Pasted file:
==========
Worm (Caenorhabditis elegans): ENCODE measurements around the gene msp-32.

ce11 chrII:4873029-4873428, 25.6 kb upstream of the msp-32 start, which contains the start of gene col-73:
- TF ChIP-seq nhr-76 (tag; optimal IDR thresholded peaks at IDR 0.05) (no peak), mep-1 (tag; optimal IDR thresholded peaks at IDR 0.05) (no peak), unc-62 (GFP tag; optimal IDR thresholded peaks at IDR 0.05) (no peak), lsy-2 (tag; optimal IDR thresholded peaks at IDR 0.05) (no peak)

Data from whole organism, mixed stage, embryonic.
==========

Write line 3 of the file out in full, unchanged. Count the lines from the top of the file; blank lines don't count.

- TF ChIP-seq nhr-76 (tag; optimal IDR thresholded peaks at IDR 0.05) (no peak), mep-1 (tag; optimal IDR thresholded peaks at IDR 0.05) (no peak), unc-62 (GFP tag; optimal IDR thresholded peaks at IDR 0.05) (no peak), lsy-2 (tag; optimal IDR thresholded peaks at IDR 0.05) (no peak)